Observations and Analysis of Atmospheric Waves During the Historic April 27, 2011 Tornado Outbreak
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Wednesday, 7 November 2012
Symphony III and Foyer (Loews Vanderbilt Hotel)
The environment that led to the historic 27 April 2011 tornado outbreak in the Southeast was one also conducive to atmospheric wave generation. Several tornadic supercells were initiated by such waves in Mississippi, before tracking through north and central Alabama. Additionally, several interactions between waves and preexisting mesocyclones were observed, possibly leading to tornadogenesis. One such interaction occurred within a dual-Doppler analysis domain formed by the Mobile Alabama X-band (MAX) radar and the KHTX WSR-88D, and led to an eventual EF-4 tornado in Jackson Co., AL. Also of particular interest was the development of a wave duct in North Alabama, leading to the generation of ducted gravity waves after 18 UTC. These ducted gravity waves propagated through the UAHuntsville/NSSTC THOR Center and Hazardous Weather Testbed, which includes measurements from the KHTX, the Advanced Radar for Meteorological and Operational Research (ARMOR) C-band radar, the MAX radar, as well as the instrument suite on board the Mobile Integrated Profiling System (MIPS), including high temporal measurements (6 Hz) by a vertically pointing X-band profiling radar (XPR). As the waves moved over the MIPS site, they were associated with correlated surface pressure and wind speed perturbations of > 1 mb and 5 m/s, respectively, which matches expectation of a linear impedance relation between those variables for a gravity wave (Koch and Golus 1988). The ducted gravity waves moved within the ARMOR-KHTX dual-Doppler analysis regions such that complete kinematic analyses could be completed.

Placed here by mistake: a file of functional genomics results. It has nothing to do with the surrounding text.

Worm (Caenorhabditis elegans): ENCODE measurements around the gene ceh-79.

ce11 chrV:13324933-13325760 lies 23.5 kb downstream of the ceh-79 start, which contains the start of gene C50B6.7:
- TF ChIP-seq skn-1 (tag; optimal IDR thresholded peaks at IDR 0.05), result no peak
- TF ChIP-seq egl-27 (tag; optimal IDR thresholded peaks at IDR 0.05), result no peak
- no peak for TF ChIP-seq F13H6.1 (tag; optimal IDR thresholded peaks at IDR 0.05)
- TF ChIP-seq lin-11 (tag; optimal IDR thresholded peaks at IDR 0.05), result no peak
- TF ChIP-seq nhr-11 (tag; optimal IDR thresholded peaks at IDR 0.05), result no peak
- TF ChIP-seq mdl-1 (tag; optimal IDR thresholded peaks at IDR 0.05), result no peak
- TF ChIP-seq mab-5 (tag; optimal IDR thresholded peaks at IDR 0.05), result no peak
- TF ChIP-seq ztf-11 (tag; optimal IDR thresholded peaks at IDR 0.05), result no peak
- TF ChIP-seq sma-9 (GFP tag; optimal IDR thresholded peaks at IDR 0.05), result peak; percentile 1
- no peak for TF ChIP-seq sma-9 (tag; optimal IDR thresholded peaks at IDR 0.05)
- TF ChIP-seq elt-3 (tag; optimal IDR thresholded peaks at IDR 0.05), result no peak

The dual-Doppler analyses coupled with the high-resolution MIPS measurements are likely the first complete set of observational analyses on the kinematics of ducted gravity waves and the dynamics of their interactions with convection. This presentation will describe the wave environment over Mississippi and Alabama and also show observations and preliminary analyses of, 1) wave initiated convection, 2) wave-mesocyclone interactions, and 3) ducted gravity waves over North Alabama.